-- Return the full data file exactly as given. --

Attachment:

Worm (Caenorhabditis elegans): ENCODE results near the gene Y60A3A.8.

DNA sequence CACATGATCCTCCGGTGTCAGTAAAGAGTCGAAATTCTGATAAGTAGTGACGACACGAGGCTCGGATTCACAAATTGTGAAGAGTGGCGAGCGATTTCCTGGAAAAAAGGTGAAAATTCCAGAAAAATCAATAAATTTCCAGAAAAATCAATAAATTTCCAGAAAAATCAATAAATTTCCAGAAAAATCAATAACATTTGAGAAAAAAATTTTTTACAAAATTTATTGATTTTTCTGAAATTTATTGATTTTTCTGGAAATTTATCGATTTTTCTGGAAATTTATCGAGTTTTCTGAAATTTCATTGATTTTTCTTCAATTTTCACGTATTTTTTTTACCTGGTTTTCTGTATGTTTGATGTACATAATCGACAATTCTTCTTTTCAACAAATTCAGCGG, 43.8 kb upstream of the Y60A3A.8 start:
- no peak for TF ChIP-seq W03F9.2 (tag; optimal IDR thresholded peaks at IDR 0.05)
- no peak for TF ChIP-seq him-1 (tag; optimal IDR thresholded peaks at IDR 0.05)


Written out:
Worm (Caenorhabditis elegans): ENCODE results near the gene Y60A3A.8.

DNA sequence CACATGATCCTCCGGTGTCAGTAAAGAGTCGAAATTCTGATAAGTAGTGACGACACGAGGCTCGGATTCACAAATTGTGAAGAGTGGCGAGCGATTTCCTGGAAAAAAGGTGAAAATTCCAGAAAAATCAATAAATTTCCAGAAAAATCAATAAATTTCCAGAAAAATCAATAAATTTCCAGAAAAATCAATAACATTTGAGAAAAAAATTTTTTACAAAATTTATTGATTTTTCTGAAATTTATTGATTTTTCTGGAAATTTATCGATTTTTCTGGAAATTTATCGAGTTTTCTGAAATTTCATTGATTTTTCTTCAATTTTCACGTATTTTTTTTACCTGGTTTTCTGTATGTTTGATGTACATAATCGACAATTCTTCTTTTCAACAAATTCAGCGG, 43.8 kb upstream of the Y60A3A.8 start:
- no peak for TF ChIP-seq W03F9.2 (tag; optimal IDR thresholded peaks at IDR 0.05)
- no peak for TF ChIP-seq him-1 (tag; optimal IDR thresholded peaks at IDR 0.05)